Commentary by Ward Degler
Easter was special this year. For one thing, it was the 40th year the family — pretty much all of it — gathered at our house.
The official tally was 68. All but two were actual family members. That was a record. Previous best was 65.
We have a lot of rooms in our house, along with porches and decks, and they were all filled with folks catching up on what had been going on since the last time they’d seen one another. For some, that was last Easter.
Food came next after a special prayer of thanksgiving from the host. An entire ham and the largest turkey I’ve ever seen materialized along with veggies, cornbread, deviled eggs (deviled? Why do they call them that?), salads and a lineup of desserts that included a rich, gooey chocolate cake and sugar cream pie.
Years ago, we more or less gave up on real eggs in favor of the pull-apart plastic ones for the egg hunt. After all, you can put slips of paper into the plastic eggs, paper with numbers that are redeemable for toys.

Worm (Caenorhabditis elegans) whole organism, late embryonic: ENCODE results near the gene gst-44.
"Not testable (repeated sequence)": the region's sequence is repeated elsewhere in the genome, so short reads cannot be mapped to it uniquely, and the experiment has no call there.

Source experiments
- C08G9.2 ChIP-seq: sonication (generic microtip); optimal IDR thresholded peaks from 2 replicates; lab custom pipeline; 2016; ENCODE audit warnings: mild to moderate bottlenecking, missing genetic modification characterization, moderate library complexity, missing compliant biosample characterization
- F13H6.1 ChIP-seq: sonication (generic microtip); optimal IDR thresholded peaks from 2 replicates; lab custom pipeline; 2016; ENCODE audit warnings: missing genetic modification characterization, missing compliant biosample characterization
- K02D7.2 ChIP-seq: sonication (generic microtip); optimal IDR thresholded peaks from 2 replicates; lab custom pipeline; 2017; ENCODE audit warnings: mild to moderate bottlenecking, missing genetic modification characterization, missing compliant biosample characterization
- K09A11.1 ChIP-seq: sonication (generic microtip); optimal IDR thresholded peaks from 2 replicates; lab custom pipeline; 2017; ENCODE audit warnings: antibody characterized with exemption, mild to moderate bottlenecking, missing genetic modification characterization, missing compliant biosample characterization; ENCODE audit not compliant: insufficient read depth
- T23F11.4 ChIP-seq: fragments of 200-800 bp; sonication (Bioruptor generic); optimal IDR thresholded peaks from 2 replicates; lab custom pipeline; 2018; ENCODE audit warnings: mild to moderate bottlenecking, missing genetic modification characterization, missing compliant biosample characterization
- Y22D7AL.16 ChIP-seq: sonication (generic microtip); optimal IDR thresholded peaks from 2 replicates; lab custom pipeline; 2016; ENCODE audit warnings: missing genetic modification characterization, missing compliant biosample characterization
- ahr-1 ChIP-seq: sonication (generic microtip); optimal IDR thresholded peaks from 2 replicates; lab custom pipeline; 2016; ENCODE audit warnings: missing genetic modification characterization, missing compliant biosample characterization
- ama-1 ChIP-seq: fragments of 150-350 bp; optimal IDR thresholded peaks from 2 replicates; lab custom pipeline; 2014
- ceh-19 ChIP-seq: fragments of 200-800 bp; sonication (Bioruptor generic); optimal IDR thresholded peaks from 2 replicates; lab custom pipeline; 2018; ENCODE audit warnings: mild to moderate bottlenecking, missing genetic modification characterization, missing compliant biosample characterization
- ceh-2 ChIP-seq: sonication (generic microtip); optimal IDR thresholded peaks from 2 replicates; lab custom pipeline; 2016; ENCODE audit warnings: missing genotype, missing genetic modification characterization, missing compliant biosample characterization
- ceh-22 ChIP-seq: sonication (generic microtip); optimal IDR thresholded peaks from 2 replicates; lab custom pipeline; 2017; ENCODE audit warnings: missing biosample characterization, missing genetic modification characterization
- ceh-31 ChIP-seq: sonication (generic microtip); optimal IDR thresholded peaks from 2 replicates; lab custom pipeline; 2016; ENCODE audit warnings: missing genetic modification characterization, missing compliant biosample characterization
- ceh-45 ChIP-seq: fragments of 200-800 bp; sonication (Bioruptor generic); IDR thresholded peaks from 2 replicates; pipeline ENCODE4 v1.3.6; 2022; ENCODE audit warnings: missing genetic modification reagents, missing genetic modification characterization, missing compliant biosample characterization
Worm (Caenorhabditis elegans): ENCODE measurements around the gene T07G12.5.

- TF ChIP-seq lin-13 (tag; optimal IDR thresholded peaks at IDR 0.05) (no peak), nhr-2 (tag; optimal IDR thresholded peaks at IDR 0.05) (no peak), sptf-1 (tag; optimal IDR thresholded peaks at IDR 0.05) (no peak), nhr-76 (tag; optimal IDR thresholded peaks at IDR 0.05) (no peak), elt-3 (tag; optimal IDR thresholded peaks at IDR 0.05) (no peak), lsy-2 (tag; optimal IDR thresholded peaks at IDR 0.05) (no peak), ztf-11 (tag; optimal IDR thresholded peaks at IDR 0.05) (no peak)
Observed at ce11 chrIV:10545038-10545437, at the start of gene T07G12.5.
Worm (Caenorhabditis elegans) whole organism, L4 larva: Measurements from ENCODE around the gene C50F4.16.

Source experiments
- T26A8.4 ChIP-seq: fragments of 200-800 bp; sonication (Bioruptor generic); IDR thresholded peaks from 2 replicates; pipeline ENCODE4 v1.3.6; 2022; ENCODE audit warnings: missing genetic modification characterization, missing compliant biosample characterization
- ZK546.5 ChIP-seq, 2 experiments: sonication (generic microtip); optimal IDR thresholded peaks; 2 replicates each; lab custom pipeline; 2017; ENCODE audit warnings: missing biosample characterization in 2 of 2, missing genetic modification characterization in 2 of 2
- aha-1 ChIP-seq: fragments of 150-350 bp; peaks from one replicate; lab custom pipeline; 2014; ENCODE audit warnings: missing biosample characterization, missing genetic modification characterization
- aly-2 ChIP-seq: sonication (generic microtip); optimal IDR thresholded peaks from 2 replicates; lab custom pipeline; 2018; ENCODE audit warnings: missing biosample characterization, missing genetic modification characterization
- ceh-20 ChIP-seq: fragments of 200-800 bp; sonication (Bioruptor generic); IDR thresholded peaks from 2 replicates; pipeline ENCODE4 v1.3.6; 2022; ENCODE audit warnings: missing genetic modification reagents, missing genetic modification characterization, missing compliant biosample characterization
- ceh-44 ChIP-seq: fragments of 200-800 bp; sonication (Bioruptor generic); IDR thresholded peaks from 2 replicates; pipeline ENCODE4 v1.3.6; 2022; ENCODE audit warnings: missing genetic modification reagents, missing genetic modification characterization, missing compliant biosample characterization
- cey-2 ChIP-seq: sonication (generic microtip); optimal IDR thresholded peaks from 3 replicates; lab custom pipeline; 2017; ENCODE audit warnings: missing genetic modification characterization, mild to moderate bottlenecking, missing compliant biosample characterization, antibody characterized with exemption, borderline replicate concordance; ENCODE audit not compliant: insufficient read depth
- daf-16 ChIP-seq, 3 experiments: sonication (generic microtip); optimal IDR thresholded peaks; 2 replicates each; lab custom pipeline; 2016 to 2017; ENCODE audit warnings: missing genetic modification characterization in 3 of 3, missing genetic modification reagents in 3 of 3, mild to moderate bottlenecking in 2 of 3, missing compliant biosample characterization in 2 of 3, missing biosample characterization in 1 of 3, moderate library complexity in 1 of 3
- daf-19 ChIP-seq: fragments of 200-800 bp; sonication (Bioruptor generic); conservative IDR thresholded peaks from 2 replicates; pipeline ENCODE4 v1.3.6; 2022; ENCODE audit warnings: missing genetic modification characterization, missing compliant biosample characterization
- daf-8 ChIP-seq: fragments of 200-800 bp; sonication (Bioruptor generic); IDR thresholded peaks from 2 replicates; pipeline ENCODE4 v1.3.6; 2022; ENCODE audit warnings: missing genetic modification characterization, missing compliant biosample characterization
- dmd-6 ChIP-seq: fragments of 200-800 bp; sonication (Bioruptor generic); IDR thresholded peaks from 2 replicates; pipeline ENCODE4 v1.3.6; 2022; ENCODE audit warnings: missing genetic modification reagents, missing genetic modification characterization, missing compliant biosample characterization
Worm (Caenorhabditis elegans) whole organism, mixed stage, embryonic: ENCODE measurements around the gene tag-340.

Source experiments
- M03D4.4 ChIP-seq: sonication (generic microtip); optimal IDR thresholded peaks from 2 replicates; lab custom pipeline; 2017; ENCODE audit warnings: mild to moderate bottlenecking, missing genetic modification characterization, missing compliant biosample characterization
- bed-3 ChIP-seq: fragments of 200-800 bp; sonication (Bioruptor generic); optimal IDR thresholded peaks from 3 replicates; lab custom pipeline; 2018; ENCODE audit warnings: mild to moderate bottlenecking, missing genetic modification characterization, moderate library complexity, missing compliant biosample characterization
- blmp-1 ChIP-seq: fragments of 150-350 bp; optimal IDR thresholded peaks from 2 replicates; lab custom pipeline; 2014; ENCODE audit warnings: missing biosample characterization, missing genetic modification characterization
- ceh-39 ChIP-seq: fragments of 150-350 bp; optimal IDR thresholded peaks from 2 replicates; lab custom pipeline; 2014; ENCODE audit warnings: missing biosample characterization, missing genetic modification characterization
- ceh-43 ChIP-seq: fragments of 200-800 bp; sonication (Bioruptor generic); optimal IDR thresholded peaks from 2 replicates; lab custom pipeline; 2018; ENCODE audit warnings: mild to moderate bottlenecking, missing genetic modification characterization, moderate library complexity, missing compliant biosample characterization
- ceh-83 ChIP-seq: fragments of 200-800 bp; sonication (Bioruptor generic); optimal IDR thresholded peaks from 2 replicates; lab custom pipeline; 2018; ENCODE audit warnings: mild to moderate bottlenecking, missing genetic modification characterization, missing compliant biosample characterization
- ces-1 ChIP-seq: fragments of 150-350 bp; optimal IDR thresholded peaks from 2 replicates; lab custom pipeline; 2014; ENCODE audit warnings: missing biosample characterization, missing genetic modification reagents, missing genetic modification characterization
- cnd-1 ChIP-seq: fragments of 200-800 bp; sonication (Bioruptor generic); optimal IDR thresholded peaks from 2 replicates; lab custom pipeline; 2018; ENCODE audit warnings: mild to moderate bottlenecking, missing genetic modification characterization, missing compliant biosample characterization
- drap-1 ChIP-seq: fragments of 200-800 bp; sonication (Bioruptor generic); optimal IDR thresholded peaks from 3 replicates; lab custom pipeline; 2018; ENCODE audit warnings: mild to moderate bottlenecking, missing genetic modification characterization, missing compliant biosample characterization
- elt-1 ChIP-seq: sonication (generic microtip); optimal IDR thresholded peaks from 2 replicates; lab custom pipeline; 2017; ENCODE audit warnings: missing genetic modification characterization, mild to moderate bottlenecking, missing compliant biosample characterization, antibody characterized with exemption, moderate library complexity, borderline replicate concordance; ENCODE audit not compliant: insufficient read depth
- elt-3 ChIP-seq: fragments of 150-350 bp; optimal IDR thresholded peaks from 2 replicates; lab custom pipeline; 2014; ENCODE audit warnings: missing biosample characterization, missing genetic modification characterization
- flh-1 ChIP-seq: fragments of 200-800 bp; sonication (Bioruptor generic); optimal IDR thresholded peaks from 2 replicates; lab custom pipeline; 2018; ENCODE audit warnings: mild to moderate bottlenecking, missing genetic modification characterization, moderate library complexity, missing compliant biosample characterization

This year’s toy collection was dominated by blow-up plastic baseball bats. Great for swatting blow-up rubber baseballs. An earnest ballgame ensued in the side yard, and someone kicked off a football contest out by the pond. I don’t think anyone kept score.
At some point, someone pulled out a guitar. Someone else came in with a ukulele, a conga drum and a tambourine. Everyone who knew the words joined in. We weren’t concert hall material exactly, but the harmony came through pretty good on a couple songs.
At any given time, the house was filled with the gabble of a dozen different simultaneous conversations. Laughter erupted 100 times or more. Periodically, children wielding plastic baseball bats roared through the house swatting everything in sight.
Easter is the greatest time of renewal in the history of mankind, of course, and family is the optimum community venue in which we live that renewed life in God’s spirit.
Like I said, Easter was special this year. If for no other reason that we woke up the next morning to a landscape filled with snow. That, too, was a first.